There were plenty of waves Tuesday night at Marco Island’s City Council meeting when the resolution to approve a temporary use permit for construction staging at Rose Marina came up for discussion. Ultimately, the 50-year old family-owned marina, was approved for using lots zoned “residential” for boat storage while constructing a new storage facility in a vote of 4-3. The lots are owned by Rose Marina, but Magnolia Court area homeowners argued that deed restrictions imposed by the Mackle Brothers, Marco’s original developers, and currently MICA (Marco Island Civic Association) allows only single family residential homes on the property.
Craig Woodward, attorney for Rose Marina, argued that the city code allows residential lots to be used for parking, noting several locations on the island where this has been done. “Our primary goal is to use the lots closest to the construction site itself. This is a temporary use to get us through construction,” he explained. The plan calls for keeping as many boats on-site as possible; creating minimal noise and disturbance in the area designed to hold boats during the building phase. He added that the plan was to keep the marina as operational as possible during the $15 million renovation which could take more than two years for ultimate completion. With the boat storage facility topping the list, the need for stacking boats on racks would be completed expeditiously. Other phases could be accommodated on the marina premises without “staging.” “We want to do what is in the best interest of the entire island,” Woodward added.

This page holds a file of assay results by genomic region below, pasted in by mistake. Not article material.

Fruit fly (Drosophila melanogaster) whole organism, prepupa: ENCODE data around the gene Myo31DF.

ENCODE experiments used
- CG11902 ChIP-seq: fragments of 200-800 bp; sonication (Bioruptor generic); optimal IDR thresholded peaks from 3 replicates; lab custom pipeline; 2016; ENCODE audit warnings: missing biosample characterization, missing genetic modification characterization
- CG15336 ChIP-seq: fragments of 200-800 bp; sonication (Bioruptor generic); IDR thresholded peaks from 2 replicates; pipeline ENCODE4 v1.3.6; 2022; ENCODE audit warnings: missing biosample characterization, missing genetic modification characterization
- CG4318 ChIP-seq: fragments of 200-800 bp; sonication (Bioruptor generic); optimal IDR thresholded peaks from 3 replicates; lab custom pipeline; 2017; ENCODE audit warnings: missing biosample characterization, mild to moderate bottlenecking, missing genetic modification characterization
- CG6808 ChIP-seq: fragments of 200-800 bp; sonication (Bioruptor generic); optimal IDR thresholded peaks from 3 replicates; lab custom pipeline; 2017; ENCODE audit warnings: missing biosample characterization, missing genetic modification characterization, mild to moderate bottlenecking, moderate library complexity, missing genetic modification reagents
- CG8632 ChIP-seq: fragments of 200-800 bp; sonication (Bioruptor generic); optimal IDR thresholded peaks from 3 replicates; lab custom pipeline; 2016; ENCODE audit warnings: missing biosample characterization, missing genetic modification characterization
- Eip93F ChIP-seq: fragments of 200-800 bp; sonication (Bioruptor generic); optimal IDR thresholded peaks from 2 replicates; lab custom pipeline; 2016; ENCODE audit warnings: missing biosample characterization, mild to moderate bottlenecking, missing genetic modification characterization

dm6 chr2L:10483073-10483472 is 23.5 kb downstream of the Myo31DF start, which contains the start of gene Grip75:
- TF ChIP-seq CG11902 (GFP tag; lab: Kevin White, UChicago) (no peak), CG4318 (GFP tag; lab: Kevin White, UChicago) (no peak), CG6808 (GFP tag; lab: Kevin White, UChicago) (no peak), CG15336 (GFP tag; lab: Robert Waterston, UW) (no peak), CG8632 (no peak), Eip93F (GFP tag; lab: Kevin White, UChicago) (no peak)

Striking a nerve with a number of neighboring residents was the removal, or re-nesting of burrowing owls located on the residential lots. While an “owl expert” testified that the proper permitting had been followed by the petitioners, there may have been a slight glitch in the paperwork issued by Florida Fish and Wildlife Conservation. However, Woodward stated that “Owls were not destroyed; owls were re-nested.” This is an acceptable practice, and according to owl specialists, the Conservation Commission has guidelines to protect the species.”
In other business, council was briefed on the status of the Smokehouse Bridge project. It looks like the end of August before two lanes are open, according to Howard Murrell of Quality Enterprises, bridge developer. He acknowledged that the bridge is “the type of project with a lot of unknowns.” He originally estimated the construction time at 10 months but the presence of gas lines, underwater concrete and weather has pushed completion out about a month.